Osteoarthritis (OA) is a painful condition of the joints. It involves loss of cartilage, often along with mild inflammation and bony changes, as well as weakness of muscles surrounding the joint. This results in pain, swelling and stiffness of the joint.
Osteoarthritis (OA) is a common problem for many people after middle age. OA is sometimes referred to as degenerative, or wear and tear, arthritis. OA commonly affects the knee joint. In the past, people were led to believe that nothing could be done for their problem. Now doctors have many ways to treat knee OA so patients have less pain, better movement, and enhanced quality of life.
What are the causes of osteoarthritis?
Many factors increase your risk for developing osteoarthritis.
Age: The ability of cartilage to heal itself decreases with age. Osteoarthritis typically affects people middle-aged and older.
Heredity: Certain genes have been linked to osteoarthritis. Inherited traits, such as being bowlegged, knock-kneed, or double-jointed, can also put you at greater risk for the disease.
Weight: The more you weigh, the more stress you put on your knee joints and thus more chances of OA..
Injury: Previous knee injury, such as a sports injury, can lead to osteoarthritis later in life.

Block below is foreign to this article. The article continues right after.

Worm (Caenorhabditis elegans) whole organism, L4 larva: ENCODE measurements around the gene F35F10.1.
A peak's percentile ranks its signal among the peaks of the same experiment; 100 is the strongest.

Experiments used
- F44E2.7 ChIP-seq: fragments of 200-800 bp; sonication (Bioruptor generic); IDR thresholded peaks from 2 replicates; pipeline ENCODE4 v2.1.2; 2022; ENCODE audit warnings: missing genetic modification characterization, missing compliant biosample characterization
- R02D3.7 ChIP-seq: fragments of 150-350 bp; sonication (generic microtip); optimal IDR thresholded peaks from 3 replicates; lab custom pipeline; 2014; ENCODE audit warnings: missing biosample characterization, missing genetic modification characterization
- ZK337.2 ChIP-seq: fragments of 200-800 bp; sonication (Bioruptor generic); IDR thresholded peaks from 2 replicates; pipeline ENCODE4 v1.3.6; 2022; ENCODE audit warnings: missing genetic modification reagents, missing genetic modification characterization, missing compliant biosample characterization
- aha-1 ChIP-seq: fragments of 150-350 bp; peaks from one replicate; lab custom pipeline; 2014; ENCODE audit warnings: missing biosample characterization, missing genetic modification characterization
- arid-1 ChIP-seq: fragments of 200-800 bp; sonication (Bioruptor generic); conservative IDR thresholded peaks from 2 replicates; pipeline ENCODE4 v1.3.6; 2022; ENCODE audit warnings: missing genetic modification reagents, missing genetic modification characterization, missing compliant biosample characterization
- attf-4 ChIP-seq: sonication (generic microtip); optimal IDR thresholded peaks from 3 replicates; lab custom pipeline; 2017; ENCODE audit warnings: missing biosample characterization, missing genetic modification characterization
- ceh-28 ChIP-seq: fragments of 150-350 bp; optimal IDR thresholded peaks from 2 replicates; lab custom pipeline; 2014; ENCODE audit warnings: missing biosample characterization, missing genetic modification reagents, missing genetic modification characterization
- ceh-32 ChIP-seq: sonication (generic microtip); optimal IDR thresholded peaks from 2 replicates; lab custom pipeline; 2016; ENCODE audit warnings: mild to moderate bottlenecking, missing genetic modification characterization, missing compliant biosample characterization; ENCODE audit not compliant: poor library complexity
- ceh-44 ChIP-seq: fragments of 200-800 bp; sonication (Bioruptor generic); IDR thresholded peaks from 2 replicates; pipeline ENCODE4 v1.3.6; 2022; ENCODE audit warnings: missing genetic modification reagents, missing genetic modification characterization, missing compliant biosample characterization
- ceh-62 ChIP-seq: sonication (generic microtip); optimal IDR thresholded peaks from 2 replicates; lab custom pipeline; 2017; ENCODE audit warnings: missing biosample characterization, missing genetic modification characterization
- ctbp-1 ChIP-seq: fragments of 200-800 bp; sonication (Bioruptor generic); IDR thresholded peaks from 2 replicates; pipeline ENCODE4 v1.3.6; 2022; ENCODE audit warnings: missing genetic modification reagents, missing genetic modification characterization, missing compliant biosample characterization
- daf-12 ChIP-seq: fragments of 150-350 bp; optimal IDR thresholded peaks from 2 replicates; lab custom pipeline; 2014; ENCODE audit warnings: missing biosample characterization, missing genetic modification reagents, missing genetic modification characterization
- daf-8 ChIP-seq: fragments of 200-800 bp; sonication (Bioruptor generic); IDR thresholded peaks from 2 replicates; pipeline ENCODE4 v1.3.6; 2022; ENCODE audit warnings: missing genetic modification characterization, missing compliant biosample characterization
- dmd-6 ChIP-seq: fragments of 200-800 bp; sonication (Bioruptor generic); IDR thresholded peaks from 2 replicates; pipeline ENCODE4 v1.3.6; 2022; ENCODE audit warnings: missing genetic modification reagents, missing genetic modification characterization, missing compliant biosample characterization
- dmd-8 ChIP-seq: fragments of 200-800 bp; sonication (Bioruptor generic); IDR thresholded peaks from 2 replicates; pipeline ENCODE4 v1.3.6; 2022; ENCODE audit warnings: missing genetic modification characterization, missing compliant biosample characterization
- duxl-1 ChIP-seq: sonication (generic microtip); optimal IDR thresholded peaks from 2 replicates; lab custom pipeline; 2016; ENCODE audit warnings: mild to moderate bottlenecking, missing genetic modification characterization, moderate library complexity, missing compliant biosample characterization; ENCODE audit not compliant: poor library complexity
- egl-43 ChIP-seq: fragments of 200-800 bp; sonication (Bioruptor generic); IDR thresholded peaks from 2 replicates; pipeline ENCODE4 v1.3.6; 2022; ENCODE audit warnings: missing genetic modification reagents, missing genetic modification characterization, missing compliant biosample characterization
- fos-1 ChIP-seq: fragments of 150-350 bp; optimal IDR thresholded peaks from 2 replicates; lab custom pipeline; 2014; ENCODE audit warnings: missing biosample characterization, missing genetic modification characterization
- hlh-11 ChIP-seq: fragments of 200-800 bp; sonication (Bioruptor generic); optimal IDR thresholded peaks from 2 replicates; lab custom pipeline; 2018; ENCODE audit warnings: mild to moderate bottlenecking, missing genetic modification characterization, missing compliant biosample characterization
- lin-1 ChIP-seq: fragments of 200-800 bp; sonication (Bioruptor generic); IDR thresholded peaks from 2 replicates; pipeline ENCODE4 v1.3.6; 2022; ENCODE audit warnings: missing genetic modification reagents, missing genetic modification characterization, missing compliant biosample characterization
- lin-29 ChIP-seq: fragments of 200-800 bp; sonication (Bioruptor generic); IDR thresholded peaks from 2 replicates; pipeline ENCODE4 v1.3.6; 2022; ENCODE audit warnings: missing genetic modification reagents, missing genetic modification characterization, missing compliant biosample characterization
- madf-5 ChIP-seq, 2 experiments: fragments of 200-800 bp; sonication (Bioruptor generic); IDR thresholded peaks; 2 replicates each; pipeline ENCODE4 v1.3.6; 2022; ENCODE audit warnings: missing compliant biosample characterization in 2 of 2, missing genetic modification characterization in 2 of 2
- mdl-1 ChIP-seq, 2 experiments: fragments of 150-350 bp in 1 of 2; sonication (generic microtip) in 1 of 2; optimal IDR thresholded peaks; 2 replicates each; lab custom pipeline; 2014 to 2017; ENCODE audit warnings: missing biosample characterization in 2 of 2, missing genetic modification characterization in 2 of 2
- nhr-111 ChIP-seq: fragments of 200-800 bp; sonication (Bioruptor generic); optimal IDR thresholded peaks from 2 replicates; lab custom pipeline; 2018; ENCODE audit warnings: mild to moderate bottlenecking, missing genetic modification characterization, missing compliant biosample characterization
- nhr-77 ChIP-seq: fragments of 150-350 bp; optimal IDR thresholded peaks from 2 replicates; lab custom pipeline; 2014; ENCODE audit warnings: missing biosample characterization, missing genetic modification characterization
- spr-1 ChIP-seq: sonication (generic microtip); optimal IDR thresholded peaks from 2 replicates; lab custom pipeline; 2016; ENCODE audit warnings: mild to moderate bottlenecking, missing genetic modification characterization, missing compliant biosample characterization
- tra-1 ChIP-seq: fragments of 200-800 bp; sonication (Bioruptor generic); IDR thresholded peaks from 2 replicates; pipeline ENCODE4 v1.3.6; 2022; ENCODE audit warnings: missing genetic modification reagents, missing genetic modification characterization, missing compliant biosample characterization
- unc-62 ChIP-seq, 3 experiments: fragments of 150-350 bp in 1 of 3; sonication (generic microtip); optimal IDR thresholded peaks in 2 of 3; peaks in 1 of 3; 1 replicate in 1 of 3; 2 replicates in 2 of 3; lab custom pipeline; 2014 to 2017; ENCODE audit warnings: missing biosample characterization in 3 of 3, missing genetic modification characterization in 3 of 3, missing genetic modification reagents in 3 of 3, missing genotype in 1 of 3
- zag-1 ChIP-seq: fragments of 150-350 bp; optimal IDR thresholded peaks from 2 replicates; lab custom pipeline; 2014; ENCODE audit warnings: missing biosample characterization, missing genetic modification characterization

Overuse: People in occupations that involve repeated kneeling or squatting, or heavy lifting and walking, are vulnerable to repetitive stress injuries in the knee. This makes them more likely to develop osteoarthritis.
Other illnesses: If you have had other problems with your knee, such as gout or knee infection increases the risk of osteoarthritis.
What happens in osteoarthritis?
The main problem in OA is degeneration of the articular cartilage. Articular cartilage is the smooth lining that covers the ends of the leg bones where they meet to form the knee joint. The cartilage makes the joint surface smooth and thus helps in decreasing friction. When the articular cartilage degenerates, or wears away, the bone underneath is uncovered and rubs against bone. Small outgrowths called bone spurs or osteophytes may form in the joint.
What are the symptoms of Osteoarthritis?
The symptoms are mainly pain, swelling, and stiffening of the joint. Pain is usually worse after activity, such as walking. Early in the course of the disease, you may notice that your knee does fairly well while walking, then after sitting for several minutes your knee becomes stiff and painful. As the condition progresses, pain can interfere with simple daily activities. In the late stages, the pain can be continuous and even affect sleep patterns.
How do doctors identify OA?
The diagnosis of OA can usually be made on the basis of the initial history and examination.
X-rays can help in the diagnosis and may be the only special test required in the majority of cases. X-rays can also help doctors rule out other problems, since knee pain from OA may be confused with other common causes of knee pain, such as a torn meniscus or kneecap problems. In some cases of early OA, X-rays may not show the expected changes.